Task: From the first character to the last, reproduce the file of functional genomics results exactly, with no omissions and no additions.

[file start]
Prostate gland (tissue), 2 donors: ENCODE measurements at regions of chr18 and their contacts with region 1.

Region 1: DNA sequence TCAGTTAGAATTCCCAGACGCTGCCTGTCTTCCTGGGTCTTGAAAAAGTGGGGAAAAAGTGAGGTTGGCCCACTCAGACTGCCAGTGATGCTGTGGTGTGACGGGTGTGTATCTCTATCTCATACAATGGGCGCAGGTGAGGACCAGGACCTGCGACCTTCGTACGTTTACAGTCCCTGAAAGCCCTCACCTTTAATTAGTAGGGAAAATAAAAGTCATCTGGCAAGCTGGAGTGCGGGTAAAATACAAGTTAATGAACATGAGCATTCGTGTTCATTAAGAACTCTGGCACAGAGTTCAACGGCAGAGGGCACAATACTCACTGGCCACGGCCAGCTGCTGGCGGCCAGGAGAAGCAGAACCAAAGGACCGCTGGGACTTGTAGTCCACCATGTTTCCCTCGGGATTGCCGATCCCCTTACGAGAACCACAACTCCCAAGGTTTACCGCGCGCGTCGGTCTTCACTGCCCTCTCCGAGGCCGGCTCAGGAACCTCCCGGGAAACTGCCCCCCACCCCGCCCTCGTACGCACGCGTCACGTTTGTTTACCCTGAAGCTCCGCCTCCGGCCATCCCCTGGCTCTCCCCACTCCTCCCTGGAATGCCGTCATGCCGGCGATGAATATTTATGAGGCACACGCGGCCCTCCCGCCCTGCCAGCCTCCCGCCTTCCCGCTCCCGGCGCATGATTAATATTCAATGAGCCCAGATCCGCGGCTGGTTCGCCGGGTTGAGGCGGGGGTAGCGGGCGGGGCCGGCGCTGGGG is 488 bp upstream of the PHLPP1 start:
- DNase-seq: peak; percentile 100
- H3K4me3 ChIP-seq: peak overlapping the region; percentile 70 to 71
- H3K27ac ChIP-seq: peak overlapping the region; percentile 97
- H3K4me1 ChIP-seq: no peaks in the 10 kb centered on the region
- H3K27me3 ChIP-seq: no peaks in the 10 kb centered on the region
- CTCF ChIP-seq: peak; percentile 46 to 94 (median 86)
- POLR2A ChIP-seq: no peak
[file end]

Prostate gland (tissue), 2 donors: ENCODE measurements at regions of chr18 and their contacts with region 1.

Region 1: DNA sequence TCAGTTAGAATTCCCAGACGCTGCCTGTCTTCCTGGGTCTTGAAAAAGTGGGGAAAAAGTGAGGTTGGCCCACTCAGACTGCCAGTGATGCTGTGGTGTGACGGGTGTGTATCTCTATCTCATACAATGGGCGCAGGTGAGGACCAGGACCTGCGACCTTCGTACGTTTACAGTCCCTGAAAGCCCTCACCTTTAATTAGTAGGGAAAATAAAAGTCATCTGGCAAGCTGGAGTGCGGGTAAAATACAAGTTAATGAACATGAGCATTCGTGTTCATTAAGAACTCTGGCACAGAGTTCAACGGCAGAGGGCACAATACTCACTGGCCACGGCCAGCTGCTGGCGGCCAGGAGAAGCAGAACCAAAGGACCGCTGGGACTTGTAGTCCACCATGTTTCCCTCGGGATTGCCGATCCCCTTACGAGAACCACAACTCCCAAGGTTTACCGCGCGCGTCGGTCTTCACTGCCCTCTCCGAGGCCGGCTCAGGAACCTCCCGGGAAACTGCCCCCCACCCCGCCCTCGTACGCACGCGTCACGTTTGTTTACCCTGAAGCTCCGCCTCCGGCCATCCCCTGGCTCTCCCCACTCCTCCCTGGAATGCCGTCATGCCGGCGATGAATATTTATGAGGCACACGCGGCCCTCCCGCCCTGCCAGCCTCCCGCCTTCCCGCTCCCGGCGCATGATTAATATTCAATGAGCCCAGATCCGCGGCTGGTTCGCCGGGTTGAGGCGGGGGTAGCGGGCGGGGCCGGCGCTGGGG is 488 bp upstream of the PHLPP1 start:
- DNase-seq: peak; percentile 100
- H3K4me3 ChIP-seq: peak overlapping the region; percentile 70 to 71
- H3K27ac ChIP-seq: peak overlapping the region; percentile 97
- H3K4me1 ChIP-seq: no peaks in the 10 kb centered on the region
- H3K27me3 ChIP-seq: no peaks in the 10 kb centered on the region
- CTCF ChIP-seq: peak; percentile 46 to 94 (median 86)
- POLR2A ChIP-seq: no peak